Ten years waiting for murder trial

Sidney Pilane
Sidney Pilane

The Court of Appeal has reserved judgment in a case in which a murder accused, Moses Kobedi, has been waiting for 10 years to be tried.

Appearing before a panel of five judges at Gaborone High Court yesterday, state prosecutor, Farayi Mahwite admitted negligence on their part for allowing Kobedi to freely walk the streets for a decade without being tried.

Mahwite conceded that they had failed to act within a reasonable time to prosecute the accused, but insisted there was no question of him being treated unfairly. He told the court that there was no timeframe for murder.

Kobedi is alleged to have murdered Geoffrey Moruakgomo in 2003 at Dinokwe ward in Serowe and was detained for 10 months before being released on bail. The case was committed to the High Court but was never allocated dates even though the accused kept enquiring.

Although admitting a lapse on their part, Mahwite argued that Kobedi’s case was not extra-ordinary one, therefore it did not mean he would not be tried for the alleged murder.

“There was that negligence on our part but it doesn’t mean he can run away from being prosecuted and especially in the event that all witnesses are there,” he said.

He said Kobedi would still get a fair trial even after 10 years and that there was no time frame for murder cases.

However the judges did not spare him, noting that he failed to justify the delay. They told him not to make reference to any other case to justify their incompetence.

The judges said the state had prejudiced the accused for over 10 years because he had not been able to find a job as he was on bail for a serious offence, which he was never tried for.

“This is a clear case of prejudice and for that do not compare this case with others especially those outside this country because here you don’t even have anything, or any factors that might justify the delay. There is nothing that helps your case as to why there was a delay,” the judges concurred.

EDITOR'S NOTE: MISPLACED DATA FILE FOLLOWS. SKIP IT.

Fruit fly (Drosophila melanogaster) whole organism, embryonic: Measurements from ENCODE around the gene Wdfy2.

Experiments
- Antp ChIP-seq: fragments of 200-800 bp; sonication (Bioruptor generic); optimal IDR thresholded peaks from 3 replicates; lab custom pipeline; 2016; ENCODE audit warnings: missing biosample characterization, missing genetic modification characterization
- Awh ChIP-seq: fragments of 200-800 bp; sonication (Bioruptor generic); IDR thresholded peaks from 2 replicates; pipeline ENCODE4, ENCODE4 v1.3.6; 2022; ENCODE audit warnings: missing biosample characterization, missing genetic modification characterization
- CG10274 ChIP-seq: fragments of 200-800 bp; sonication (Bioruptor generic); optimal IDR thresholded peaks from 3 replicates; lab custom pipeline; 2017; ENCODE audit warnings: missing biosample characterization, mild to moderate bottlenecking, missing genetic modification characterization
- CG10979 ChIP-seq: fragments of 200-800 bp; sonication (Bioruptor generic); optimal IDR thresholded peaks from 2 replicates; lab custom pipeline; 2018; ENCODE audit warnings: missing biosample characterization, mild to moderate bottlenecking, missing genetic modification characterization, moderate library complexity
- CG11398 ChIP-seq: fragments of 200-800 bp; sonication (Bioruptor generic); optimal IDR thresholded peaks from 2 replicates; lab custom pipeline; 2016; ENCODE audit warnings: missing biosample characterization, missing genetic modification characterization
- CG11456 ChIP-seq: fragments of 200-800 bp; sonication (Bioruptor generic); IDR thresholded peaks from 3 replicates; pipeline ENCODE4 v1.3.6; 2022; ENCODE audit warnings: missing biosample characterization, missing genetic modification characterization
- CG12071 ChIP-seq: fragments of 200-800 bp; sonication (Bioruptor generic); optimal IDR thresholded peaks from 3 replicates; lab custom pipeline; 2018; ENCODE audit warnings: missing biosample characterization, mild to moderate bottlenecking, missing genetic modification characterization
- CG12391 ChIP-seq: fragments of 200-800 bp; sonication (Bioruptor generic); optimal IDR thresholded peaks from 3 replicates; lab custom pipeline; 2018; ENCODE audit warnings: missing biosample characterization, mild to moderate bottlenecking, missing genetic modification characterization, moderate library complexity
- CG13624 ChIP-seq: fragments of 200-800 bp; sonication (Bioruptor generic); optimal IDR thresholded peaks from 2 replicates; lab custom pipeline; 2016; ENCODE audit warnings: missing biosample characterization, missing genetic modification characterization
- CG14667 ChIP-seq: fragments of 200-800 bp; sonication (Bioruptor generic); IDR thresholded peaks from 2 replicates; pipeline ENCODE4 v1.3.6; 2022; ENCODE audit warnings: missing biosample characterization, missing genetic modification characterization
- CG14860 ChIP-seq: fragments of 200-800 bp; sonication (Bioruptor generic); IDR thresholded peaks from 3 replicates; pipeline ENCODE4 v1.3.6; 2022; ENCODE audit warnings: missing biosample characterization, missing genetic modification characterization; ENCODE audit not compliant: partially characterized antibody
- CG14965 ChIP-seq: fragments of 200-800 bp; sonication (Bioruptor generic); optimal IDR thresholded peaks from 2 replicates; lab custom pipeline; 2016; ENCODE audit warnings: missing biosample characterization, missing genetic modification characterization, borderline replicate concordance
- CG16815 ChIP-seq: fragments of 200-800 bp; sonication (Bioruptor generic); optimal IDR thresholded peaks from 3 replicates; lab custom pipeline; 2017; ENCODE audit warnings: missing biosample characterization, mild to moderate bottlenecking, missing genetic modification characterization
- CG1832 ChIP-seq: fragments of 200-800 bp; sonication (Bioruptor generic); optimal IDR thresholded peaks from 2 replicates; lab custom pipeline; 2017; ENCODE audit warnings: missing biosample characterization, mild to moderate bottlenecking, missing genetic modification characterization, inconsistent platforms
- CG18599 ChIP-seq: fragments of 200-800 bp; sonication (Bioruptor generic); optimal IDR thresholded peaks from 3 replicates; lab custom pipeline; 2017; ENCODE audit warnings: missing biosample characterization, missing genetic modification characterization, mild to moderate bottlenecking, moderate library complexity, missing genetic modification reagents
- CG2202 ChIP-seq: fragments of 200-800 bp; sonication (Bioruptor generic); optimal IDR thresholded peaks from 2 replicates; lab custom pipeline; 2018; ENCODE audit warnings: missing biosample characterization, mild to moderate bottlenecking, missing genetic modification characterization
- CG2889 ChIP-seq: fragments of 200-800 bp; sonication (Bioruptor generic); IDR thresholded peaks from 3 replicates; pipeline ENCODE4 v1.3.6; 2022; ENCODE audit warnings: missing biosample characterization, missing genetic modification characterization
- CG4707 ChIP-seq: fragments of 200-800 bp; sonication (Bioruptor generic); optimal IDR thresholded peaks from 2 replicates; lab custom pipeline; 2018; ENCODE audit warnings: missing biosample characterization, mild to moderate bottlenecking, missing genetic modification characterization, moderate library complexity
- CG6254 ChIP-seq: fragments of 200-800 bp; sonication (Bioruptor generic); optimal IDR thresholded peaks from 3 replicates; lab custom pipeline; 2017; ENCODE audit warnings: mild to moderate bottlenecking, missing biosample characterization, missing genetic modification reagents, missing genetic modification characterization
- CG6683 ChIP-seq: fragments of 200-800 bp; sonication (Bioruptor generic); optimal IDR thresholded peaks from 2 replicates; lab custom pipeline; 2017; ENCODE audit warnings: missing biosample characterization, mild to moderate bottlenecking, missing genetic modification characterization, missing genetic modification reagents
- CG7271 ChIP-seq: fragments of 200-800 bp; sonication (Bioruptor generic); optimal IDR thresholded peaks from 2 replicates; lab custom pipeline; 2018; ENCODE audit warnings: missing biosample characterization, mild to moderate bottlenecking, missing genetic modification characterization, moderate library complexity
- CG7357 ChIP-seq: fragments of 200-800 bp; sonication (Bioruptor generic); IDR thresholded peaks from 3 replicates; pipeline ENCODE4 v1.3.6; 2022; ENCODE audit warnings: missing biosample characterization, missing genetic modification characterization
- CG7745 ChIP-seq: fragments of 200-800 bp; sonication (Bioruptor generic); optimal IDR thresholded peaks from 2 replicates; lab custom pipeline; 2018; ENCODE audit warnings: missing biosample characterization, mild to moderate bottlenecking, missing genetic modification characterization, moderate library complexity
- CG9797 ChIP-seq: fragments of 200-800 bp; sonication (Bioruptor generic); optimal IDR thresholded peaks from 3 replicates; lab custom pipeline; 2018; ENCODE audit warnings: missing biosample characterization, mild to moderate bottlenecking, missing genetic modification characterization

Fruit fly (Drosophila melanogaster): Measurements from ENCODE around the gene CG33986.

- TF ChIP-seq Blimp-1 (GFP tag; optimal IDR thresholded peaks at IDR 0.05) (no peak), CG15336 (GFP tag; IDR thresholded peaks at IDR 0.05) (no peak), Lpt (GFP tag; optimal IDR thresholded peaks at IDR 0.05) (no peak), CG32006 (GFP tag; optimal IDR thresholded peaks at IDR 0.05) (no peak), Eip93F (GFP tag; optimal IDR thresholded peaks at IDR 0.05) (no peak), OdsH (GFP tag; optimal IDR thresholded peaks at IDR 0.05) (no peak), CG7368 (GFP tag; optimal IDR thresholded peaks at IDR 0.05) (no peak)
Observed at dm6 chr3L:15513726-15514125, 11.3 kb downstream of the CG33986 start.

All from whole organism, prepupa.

The judges said the court has to look at the element of reasonable time, which is a factor for a fair trial and wondered if the accused will be accorded such.  “This whole time he was there, so he was supposed to be tried within a reasonable time because, also with time, human memory fades and that might be a problem during trial,” they said.

Defence lawyer, Sidney Pilane had earlier made submissions on permanent stay of prosecution arguing that his client has been prejudiced for long.

He submitted that 10 years was a long time and that Kobedi would not get a fair trial if prosecuted saying that the state only acted when the family of the accused enquired about the case in 2012.

“My client was released on bail on May 2004 and since then he’s been reporting himself to the police and he kept asking when he will be tried but he was never given an answer… and it was when the family enquired about the case that my client was re- arrested and detained for two months then on June 2013, he was then properly indicted to the High Court for trial,” he said.

Pilane told the court that on September 2013, Kobedi applied for permanent stay of prosecution as there was no progress to his case and that he was afraid that he would not get a fair trial after such a long time.

The judges added that in such cases where an accused has been prejudiced, an order for compensation could be made for the time suffered while awaiting trial.

The bench consisted of Justice Monametsi Gaongalelwe, Justice Isaac Lesetedi, Justice Seth Twum, Justice Lord Alastair Abernethy and Justice John Foxcroft.

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